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Nearly four years after the police killing of George Floyd, civil rights advocate Leslie Redmond posed a question to a panel of speakers Friday: What progress have we seen in the fight for racial justice, and what significant challenges remain?

Attorney and civil rights activist Nekima Levy Armstrong noted the four Minneapolis police officers involved in Floyd's murder were prosecuted and convicted, which she called a "sign of progress."

"Around the country there have been a number of police officers who have been held accountable under the law and years ago that wouldn't have happened," she said.

But, Levy Armstrong added, people must not get comfortable. "A lot of folks here and elsewhere want to quickly move on as if George Floyd was never murdered, as if racial justice had never happened, and we have to be the vanguard of change and stand up for what is right," she said.

Rev. Richard H. Coleman gives a closing prayer at an interfaith service at City Hall in Minneapolis on Friday in remembrance of the murder of George Floyd.
Rev. Richard H. Coleman gives a closing prayer at an interfaith service at City Hall in Minneapolis on Friday in remembrance of the murder of George Floyd.

Renée Jones Schneider, Star Tribune

Hundreds gathered Friday in Minneapolis for a day of remembrance hosted by the nonprofit Win Back to honor Floyd and to reflect, heal and rally against racial injustice. Saturday marks the four-year anniversary of Memorial Day 2020, when Floyd was murdered by police at the corner of 38th Street and Chicago Avenue, spurring global protests and a racial reckoning that shined a harsh spotlight on Minneapolis' inequities.

"Buildings burned to the ground … but our hearts still cry out from the pain," said Redmond, executive director of Win Back and a former NAACP president, as she read from a poem following a breakfast at Courtyard Minneapolis Downtown.

"After 2020, nothing was ever supposed to be the same. Politicians and police made promises, corporations made declarations, yet basic human rights are still under attack. Now is not the time to sit back and relax because the city is still burning."

Mayor Jacob Frey recalled how Floyd worked as a security guard near where he lived in northeast Minneapolis, engaging in "razor-sharp banter" with people walking by.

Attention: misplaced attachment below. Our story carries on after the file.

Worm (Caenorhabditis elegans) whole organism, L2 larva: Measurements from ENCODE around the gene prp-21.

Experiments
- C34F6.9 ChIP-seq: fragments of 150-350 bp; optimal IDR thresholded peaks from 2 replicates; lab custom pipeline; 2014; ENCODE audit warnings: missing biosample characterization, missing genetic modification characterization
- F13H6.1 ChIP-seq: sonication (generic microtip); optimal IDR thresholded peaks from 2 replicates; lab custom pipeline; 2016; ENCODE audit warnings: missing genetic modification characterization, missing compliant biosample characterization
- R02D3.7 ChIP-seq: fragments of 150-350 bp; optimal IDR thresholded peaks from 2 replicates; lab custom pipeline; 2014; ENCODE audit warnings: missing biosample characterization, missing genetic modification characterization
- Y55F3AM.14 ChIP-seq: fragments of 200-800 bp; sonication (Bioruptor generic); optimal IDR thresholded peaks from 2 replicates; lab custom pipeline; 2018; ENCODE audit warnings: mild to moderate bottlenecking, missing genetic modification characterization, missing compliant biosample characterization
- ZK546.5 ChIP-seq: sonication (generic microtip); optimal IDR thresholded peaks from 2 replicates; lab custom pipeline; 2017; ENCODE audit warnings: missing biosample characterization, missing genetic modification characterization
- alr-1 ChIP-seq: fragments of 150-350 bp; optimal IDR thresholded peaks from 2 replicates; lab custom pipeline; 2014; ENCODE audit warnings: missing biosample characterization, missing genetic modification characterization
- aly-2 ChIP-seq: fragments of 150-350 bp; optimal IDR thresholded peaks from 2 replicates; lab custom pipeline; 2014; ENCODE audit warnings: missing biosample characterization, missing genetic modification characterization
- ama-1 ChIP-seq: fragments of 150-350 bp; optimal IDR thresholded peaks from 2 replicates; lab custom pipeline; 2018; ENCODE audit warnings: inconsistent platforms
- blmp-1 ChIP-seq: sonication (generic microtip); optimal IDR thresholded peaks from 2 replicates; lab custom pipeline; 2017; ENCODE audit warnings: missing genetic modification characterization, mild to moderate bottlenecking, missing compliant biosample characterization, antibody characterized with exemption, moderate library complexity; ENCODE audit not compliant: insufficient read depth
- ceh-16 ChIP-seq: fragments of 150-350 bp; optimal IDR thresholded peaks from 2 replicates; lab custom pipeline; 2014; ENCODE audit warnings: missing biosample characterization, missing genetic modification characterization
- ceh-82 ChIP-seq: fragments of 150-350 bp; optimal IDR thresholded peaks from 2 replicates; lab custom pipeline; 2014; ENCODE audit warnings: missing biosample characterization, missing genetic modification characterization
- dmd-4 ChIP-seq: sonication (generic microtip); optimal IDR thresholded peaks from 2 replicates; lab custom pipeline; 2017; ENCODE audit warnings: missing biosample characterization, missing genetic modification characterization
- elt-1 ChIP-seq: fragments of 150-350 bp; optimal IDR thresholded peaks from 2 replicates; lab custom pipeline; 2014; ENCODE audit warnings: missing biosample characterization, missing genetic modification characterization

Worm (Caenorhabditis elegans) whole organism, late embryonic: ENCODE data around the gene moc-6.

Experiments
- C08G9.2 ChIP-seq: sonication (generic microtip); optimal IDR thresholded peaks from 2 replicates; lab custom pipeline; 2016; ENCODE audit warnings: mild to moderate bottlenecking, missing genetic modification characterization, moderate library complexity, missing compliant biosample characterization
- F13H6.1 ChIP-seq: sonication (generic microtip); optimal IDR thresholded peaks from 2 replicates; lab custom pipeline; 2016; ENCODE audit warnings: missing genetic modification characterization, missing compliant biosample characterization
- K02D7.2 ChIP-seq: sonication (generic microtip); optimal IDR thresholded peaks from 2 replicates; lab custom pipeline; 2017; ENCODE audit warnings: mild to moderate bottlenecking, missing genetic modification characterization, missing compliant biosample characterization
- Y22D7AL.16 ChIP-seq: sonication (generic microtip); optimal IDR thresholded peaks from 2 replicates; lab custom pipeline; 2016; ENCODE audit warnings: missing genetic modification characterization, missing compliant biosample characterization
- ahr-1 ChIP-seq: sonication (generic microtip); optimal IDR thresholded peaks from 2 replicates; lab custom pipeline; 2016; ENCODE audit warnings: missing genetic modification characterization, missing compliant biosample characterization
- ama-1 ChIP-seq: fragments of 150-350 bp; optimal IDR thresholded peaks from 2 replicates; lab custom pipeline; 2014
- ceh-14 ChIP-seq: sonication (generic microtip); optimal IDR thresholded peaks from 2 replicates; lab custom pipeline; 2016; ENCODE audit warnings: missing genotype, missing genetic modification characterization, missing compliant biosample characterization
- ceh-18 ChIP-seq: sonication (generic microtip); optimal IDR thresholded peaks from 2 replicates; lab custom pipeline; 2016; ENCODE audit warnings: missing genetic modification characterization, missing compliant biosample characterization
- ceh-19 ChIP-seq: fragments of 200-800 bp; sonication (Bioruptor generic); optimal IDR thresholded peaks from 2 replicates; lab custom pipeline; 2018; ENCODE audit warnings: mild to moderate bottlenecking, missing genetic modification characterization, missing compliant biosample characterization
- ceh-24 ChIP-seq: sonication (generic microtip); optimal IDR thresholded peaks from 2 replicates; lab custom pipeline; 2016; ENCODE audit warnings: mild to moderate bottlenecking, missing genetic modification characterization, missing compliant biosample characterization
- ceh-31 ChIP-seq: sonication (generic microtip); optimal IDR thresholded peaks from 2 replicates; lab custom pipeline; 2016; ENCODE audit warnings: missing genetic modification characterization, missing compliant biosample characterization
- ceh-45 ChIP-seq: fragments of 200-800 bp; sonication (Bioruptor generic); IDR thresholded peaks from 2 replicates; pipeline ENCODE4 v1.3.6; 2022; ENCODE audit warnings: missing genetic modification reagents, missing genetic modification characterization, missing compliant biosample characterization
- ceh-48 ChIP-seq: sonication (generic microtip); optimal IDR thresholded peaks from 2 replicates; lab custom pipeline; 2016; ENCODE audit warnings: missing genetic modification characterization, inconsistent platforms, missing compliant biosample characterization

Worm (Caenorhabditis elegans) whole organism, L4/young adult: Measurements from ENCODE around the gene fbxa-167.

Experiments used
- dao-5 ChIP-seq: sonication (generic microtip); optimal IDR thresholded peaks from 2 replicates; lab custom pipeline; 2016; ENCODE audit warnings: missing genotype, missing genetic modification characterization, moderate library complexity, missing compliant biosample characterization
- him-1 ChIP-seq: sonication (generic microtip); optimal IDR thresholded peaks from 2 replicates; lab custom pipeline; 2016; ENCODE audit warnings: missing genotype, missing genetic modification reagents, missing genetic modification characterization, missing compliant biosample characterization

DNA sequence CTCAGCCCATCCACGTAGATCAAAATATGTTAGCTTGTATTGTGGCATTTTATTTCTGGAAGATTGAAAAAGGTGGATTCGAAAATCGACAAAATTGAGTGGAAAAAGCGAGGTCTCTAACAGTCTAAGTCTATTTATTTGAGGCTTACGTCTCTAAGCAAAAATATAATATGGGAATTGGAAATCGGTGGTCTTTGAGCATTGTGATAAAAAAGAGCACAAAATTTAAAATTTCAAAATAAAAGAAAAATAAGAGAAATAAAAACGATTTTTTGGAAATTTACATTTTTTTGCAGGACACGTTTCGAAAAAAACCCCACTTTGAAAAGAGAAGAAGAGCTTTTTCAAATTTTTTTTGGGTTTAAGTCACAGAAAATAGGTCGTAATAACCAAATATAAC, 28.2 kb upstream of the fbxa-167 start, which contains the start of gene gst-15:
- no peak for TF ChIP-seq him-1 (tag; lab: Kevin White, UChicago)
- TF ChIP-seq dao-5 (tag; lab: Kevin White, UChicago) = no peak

"He was a happy and uplifting person and we can all be unhappy and uplifted through his memory while recognizing the importance of the continuation of progress — we have to do better and we recognize in Minneapolis we have a sacred mission," Frey said.

Toshira Garraway, founder of Families Supporting Families Against Police Violence, said that since Floyd's killing "people are believing our stories more now. But the acknowledgements of all the harm that has been done, we still have to work on that."

Attorney General Keith Ellison, whose office successfully led the prosecution against Minneapolis police officer Derek Chauvin for murdering Floyd, noted that juries convicted all four officers charged in the case in state and federal court. He said juries are now more willing to convict in these cases.

But Ellison added that the George Floyd Justice in Policing Act to create national police reform has not passed. He raised a concern that some state attorneys general are fighting corporate diversity practices.

"We are in the middle of a backlash right here, right now," said Ellison.

Memorialize the Movement, a group led by Black women that collects and preserves murals painted on plywood during the unrest following Floyd's death, held a gathering at its south Minneapolis headquarters Friday to screen a film about its work and have a panel discussion.

Leesa Kelly, the group's founder and executive director, said there's still a long way to go when it comes to the treatment of Black and brown people in the Twin Cities. Still, she said, she's proud of the work her group has done to highlight the art of Black people. Kelly said the group has collected more than 1,000 murals and will display the art Saturday.

"Not a lot has changed and that disappoints me, and yet, I have hope because the work that I'm doing is changing things," she said.

Star Tribune staff writer Louis Krauss contributed to this story.